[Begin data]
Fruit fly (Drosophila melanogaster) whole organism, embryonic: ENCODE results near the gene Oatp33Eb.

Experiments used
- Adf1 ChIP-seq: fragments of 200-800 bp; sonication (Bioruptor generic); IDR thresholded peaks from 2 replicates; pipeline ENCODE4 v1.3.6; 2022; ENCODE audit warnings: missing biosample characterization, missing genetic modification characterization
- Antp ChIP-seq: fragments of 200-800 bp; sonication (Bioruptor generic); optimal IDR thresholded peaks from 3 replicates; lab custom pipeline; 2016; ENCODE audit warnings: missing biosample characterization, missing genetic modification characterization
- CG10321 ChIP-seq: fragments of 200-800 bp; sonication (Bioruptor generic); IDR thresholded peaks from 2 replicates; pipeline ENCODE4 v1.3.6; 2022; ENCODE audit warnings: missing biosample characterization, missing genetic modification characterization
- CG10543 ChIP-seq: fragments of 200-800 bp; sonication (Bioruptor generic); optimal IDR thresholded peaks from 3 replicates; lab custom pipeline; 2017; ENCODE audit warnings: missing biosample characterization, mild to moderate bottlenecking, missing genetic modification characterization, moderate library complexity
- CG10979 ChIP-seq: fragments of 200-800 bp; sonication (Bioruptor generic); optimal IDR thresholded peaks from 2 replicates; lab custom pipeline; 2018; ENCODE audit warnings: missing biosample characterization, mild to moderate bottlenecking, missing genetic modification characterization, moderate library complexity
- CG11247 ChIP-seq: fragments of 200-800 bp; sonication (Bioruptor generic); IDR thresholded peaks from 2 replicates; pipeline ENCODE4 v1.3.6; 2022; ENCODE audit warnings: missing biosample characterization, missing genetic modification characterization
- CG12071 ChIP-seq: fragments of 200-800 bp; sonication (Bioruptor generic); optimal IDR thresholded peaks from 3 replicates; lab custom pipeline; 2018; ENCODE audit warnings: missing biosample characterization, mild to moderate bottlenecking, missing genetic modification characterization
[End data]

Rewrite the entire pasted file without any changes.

Fruit fly (Drosophila melanogaster) whole organism, embryonic: ENCODE results near the gene Oatp33Eb.

Experiments used
- Adf1 ChIP-seq: fragments of 200-800 bp; sonication (Bioruptor generic); IDR thresholded peaks from 2 replicates; pipeline ENCODE4 v1.3.6; 2022; ENCODE audit warnings: missing biosample characterization, missing genetic modification characterization
- Antp ChIP-seq: fragments of 200-800 bp; sonication (Bioruptor generic); optimal IDR thresholded peaks from 3 replicates; lab custom pipeline; 2016; ENCODE audit warnings: missing biosample characterization, missing genetic modification characterization
- CG10321 ChIP-seq: fragments of 200-800 bp; sonication (Bioruptor generic); IDR thresholded peaks from 2 replicates; pipeline ENCODE4 v1.3.6; 2022; ENCODE audit warnings: missing biosample characterization, missing genetic modification characterization
- CG10543 ChIP-seq: fragments of 200-800 bp; sonication (Bioruptor generic); optimal IDR thresholded peaks from 3 replicates; lab custom pipeline; 2017; ENCODE audit warnings: missing biosample characterization, mild to moderate bottlenecking, missing genetic modification characterization, moderate library complexity
- CG10979 ChIP-seq: fragments of 200-800 bp; sonication (Bioruptor generic); optimal IDR thresholded peaks from 2 replicates; lab custom pipeline; 2018; ENCODE audit warnings: missing biosample characterization, mild to moderate bottlenecking, missing genetic modification characterization, moderate library complexity
- CG11247 ChIP-seq: fragments of 200-800 bp; sonication (Bioruptor generic); IDR thresholded peaks from 2 replicates; pipeline ENCODE4 v1.3.6; 2022; ENCODE audit warnings: missing biosample characterization, missing genetic modification characterization
- CG12071 ChIP-seq: fragments of 200-800 bp; sonication (Bioruptor generic); optimal IDR thresholded peaks from 3 replicates; lab custom pipeline; 2018; ENCODE audit warnings: missing biosample characterization, mild to moderate bottlenecking, missing genetic modification characterization